From left to right: Lizzie, Flint and Oakley, the three Medical Detection Dogs that worked on the trial.
From left to right: Lizzie, Flint and Oakley, the three Medical Detection Dogs that worked on the trial.

Dogs may be crucial in the early detection of lung infections after scientists discovered that dogs can detect ultra-low concentrations of Pseudomonas, the commonest cause of lung infection in the life-limiting inherited disease, cystic fibrosis (CF).

The world-first scientific study by Imperial College London and the Cystic Fibrosis Trust has found that Bio Detection dogs trained by the charity Medical Detection Dogs have a very high level of accuracy when asked to identify bacteria associated with serious lung infections.

A major cause of lung damage in CF is infection with bacterial pathogens, the most common being Pseudomonas aeruginosa (Pa), infecting around 60% of the 10,000 UK patients.

Pa can be eradicated but it frequently reoccurs and develops resistance to antibiotics. Chronic Pa is closely linked to faster lung function decline and earlier mortality. The resulting bacterial resistance, allergies and toxicities increase the detrimental impact of the infection and this a particular problem for children with CF, where it is harder to diagnose and treat.

The findings, published in the European Respiratory Journal, show that medical detection dogs can differentiate between Pa and other CF bacterial pathogens by sniffing bacteria grown in a nutrient liquid. The results could prove dogs are a more sensitive or more affordable way of screening for lower airway infection in CF.

Early detection will lead to patients receiving a targeted antibiotic, stopping the bacteria taking hold.

The trial

Four dogs were assessed on their ability to identify Pa from other CF bacteria. The bacteria were grown in a lab and then filtered out of the solution which was presented to the dogs. The dogs were trained and tested on customised sample presentation stands and correct identification of Pa samples was rewarded by an auditory click and food.

Once trained, the dogs were presented with Pa-positive cultured samples, other cultured bacterial controls or sterile liquid in random order and a positive indication was rewarded if correct. This was followed by four blind studies with the dogs.

Professor Jane Davies, from Imperial College London, says, “This is a really exciting development. Advanced technology to detect infections, for example in breath, has proved difficult so far. The successful training of the dogs on cultured samples will now be used as the foundation for testing patient samples directly.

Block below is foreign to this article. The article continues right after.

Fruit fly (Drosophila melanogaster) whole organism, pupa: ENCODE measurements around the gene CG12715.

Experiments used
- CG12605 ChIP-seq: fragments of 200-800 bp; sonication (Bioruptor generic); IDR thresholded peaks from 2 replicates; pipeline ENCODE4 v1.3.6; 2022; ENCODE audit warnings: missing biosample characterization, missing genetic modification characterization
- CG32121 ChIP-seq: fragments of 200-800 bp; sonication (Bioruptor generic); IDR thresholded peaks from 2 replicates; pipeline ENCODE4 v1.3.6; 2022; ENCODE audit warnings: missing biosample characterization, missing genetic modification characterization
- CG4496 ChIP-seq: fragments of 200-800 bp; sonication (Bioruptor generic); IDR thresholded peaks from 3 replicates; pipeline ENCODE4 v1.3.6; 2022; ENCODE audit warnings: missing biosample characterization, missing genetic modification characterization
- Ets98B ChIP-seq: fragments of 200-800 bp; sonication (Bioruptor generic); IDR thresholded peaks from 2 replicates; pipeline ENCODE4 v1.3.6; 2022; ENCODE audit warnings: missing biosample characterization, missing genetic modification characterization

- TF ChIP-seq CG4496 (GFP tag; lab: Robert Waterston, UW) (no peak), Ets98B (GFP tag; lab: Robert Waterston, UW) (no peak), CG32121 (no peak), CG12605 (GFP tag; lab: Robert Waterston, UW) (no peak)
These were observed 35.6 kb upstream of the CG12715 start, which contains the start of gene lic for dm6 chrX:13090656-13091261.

“People with CF could ultimately monitor their lung infections from home by sending in samples for the dogs to check. We are very grateful to those with CF, cared for by Royal Brompton Hospital, for providing samples for this project and to the CF Trust for their funding support of the next stage of this project as part of the Strategic Research Centre for Pseudomonas infection.”

Medical Detection Dog Lizzie
Medical Detection Dog Lizzie

Dr Claire Guest, Chief Executive and co-founder of Medical Detection Dogs, said, “The findings of this world-first study into the ability of dogs to detect Pseudomonas are yet another indicator of their remarkable contribution to saving human lives.

“Pseudomonas is a condition that affects thousands of people each year in the UK alone. I can assure them that Medical Detection Dogs is working very hard to find effective, affordable and sustainable ways to manage their condition.

“These trial results are just one more reason why dogs never cease to amaze me. They have a highly sensitive sense of smell, unfailing loyalty to their owners, and the ability to restore hope to many.”

Dr Janet Allen, Director of Strategic Innovation at the Cystic Fibrosis Trust, said, “A quick and easy way of detecting Pseudomonas would make a massive difference to people with cystic fibrosis and their families. Once it takes hold, it requires strong antibiotics that can require hospital stays and often carry significant side effects. Some antibiotic-resistant strains can even cause permanent, life-shortening lung damage.

“We’re delighted to fund the next steps of this work as part of our ‘Personalised approach to Pseudomonas’ strategic research centre, so we can build on this work and help people with cystic fibrosis live longer, healthier lives.”

Medical Detection Dogs is the UK’s leading charity saving human lives by training bio-detection dogs. Just like sniffer dogs, bio-detection dogs have been used in other medical fields such as diabetes research and there is emerging recognition of their ability to detect other life-threatening diseases including some cancers.


Please enter your comment!
Please enter your name here